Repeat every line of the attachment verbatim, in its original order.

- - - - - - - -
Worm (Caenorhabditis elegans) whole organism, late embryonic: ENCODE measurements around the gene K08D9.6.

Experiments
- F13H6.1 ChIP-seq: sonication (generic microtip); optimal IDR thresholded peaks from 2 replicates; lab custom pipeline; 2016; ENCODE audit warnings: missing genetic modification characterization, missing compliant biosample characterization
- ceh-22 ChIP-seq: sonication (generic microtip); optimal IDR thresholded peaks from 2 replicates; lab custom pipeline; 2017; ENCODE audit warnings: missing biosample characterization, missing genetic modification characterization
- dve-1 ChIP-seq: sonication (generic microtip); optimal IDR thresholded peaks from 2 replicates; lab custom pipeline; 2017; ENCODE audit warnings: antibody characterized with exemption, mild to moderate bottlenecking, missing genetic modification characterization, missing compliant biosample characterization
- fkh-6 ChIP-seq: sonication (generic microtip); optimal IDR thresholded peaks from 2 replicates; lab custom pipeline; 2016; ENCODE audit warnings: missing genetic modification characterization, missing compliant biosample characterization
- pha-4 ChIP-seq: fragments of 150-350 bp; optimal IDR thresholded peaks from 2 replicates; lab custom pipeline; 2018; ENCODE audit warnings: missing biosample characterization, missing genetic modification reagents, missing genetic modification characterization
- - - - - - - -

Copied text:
Worm (Caenorhabditis elegans) whole organism, late embryonic: ENCODE measurements around the gene K08D9.6.

Experiments
- F13H6.1 ChIP-seq: sonication (generic microtip); optimal IDR thresholded peaks from 2 replicates; lab custom pipeline; 2016; ENCODE audit warnings: missing genetic modification characterization, missing compliant biosample characterization
- ceh-22 ChIP-seq: sonication (generic microtip); optimal IDR thresholded peaks from 2 replicates; lab custom pipeline; 2017; ENCODE audit warnings: missing biosample characterization, missing genetic modification characterization
- dve-1 ChIP-seq: sonication (generic microtip); optimal IDR thresholded peaks from 2 replicates; lab custom pipeline; 2017; ENCODE audit warnings: antibody characterized with exemption, mild to moderate bottlenecking, missing genetic modification characterization, missing compliant biosample characterization
- fkh-6 ChIP-seq: sonication (generic microtip); optimal IDR thresholded peaks from 2 replicates; lab custom pipeline; 2016; ENCODE audit warnings: missing genetic modification characterization, missing compliant biosample characterization
- pha-4 ChIP-seq: fragments of 150-350 bp; optimal IDR thresholded peaks from 2 replicates; lab custom pipeline; 2018; ENCODE audit warnings: missing biosample characterization, missing genetic modification reagents, missing genetic modification characterization